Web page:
Nomzamo Mbatha Is "Coming 2 America" in More Ways Than One
If the name Nomzamo Mbatha isn't one you've heard, we suggest you get acquainted. The South African actor, who has starred in the TV series Isibaya and Umlilo, boasts a cool 3.1 million Instagram followers and serves as a spokesperson for several major brands like Neutrogena Africa, Puma South Africa, L'Oréal Paris Hair, and more. She's also an ambassador for the United Nations Refugee Agency, helping the organization shed light on the stories of African refugees.
On March 5, you'll be able to catch the 30-year-old actor in Coming 2 America, the highly-anticipated sequel to the beloved ‘80s comedy film starring Eddie Murphy hitting Amazon Prime Video. The movie is poised to be a breakout moment for Mbatha, one that will introduce her not only to an American audience but a global one.
In the film, Mbatha plays Mirembe, the Royal Groomer of Zamunda (the fictional country from which Eddie Murphy's character hails). When Mbatha took the role, she knew she was stepping into a huge arena but was prepared for the best. Her character has big dreams about owning her own salon, but women in Zamunda are considered second-class citizens and aren't allowed to own their own businesses — a plot thread in the movie that runs throughout the film. If we could tell you more about it, we would (we're not trying to give anything away), but just know, you're not getting the same movie just adapted for the modern age.
Ahead of the film's release, Allure spoke to Mbatha about her involvement in Coming 2 America, overcoming impostor syndrome, and how the hairstyles she wears when she's out of character impact her self-image.
"I think it's such an interesting time for me right now, just because I have no idea what to expect from this new chapter," Mbatha explains when asked about how she's feeling, stepping into such a cultural touchstone. "I'm staying open to it, I'm doing the work. For the very longest time, I've never been one to celebrate anything in my life. Even on my birthday, I'd be like, 'don't call me, don't make a big deal out of it.' But I think, now that the time is coming and the date is nearer by the second, the excitement of waiting for people to see the film just grows on you."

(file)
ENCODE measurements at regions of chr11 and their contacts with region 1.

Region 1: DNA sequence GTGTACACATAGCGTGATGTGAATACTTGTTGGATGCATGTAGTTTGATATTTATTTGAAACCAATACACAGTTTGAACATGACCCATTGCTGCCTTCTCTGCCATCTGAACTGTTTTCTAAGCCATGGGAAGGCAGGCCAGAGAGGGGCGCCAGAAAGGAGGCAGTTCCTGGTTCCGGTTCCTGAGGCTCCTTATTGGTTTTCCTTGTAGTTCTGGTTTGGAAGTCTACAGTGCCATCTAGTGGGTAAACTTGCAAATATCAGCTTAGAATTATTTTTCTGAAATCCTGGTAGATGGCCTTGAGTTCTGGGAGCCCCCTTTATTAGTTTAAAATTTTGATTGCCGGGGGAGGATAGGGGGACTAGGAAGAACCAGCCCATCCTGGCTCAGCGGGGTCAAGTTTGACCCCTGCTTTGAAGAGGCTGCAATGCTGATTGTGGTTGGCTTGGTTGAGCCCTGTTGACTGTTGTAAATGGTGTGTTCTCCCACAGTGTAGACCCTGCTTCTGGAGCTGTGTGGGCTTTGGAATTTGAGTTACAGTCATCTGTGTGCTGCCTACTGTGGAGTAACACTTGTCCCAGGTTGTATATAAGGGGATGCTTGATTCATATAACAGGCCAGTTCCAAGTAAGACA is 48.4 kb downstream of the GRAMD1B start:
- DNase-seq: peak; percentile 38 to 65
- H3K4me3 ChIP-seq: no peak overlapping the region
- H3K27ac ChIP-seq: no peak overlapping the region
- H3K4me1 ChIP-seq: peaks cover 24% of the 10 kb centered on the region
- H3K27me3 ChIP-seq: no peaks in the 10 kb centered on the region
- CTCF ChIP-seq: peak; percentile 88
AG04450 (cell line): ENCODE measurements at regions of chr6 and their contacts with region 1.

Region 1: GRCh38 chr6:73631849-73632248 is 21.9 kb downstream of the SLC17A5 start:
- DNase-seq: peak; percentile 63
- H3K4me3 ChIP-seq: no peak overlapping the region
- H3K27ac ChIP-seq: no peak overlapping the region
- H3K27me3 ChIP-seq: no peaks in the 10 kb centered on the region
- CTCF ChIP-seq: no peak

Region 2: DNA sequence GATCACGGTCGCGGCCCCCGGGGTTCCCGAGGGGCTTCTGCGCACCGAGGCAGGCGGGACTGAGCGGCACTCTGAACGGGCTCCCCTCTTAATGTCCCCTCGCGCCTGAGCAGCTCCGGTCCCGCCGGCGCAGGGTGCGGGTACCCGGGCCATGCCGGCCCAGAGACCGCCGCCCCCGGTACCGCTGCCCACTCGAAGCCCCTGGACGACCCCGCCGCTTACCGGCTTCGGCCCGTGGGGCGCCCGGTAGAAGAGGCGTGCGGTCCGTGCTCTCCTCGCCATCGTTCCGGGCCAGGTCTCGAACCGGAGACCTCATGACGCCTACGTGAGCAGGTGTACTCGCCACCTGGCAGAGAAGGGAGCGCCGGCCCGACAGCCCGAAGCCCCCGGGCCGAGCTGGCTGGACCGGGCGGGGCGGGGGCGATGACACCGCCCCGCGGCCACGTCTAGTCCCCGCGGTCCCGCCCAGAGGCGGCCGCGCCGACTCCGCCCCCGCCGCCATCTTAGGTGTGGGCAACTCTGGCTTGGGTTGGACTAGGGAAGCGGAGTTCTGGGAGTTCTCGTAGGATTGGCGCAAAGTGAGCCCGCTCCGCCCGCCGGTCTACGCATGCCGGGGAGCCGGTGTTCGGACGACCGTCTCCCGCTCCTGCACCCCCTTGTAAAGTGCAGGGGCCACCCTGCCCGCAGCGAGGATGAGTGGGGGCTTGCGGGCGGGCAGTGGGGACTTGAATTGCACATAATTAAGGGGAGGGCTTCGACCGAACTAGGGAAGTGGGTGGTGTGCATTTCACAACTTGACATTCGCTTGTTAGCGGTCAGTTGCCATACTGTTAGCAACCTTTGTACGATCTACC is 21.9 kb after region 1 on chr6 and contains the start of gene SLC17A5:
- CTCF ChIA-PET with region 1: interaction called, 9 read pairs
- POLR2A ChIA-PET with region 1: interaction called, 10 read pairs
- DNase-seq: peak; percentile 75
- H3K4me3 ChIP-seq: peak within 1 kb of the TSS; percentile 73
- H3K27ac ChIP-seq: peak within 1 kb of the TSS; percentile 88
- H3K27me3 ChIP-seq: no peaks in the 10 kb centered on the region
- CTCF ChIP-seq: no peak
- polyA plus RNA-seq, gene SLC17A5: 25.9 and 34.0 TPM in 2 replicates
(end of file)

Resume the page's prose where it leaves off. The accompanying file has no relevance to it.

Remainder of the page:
"I'm excited for this new chapter, I'm excited for what I have to offer. It's been such a long time of working and building my career outside of not just America, but globally in Europe, in Africa. And now I get to introduce myself on such a big stage. The film means so much to so many people."
And she's right — Coming to America is an important Black film for a lot of people. It established careers, defined Eddie Murphy's position as a superstar, and gave us cultural references for a lifetime. The film is so beloved, Real Housewives of Atlanta's Kandi Burruss had a Coming to America-themed wedding.
"You're surrounded by Hollywood royalty, people who shifted cultures across the world and gave us such a classic that to this day still resonates and means something," Mbatha reflected. Being on set with her A-list co-stars was at times a masterclass in acting: "There were moments where you're fangirling inside. I remember the first few days I was like, 'Oh my God, I'm dying. What's going on?' And then I'd be like, 'yo, okay, relax. These are your colleagues.'"
Of course, a gig like this one draws up all kinds of feelings. The actor shares that she had to find a way to balance her excitement, humility, and worrying about imposter syndrome. "You're thinking to yourself, 'there must be other girls who are more deserving, who are prettier, who are more talented, so why me? How dare something so grand and so beautiful happen to me?' There was a lot of learning and unlearning that I went through as I was shooting."
It took a conversation with the Queen of Zamunda herself, Shari Headley, for Mbatha to make sense of it all. "She said, 'this is your moment. I've been where you are, and I wanted to shy away. I want you to know that I don't want that for you, don't you dare. Show up for this moment.' And I was like, gotcha. When Shari Headley tells me to do something, you do it."
"What I loved about my character was that she's calming, she's witty, she's quick with her words, she's got the smarts," Mbatha shares. "She's there to make people look good and feel proud about their look." For Mbatha, it was deeply important that this character be wholly African and have the "essence of an African woman," approaching it with little nuances. "We were very specific about her simplicity as well, we didn't want to put too much on her because the beauty of her was truly skin-deep — that draws you into who this woman is. I had to borrow a lot from myself [thinking about] what it is that gives a woman that kind of alluring feeling." For her, it was about portraying a character who is both beautiful and puts a lot of energy into making others feel beautiful.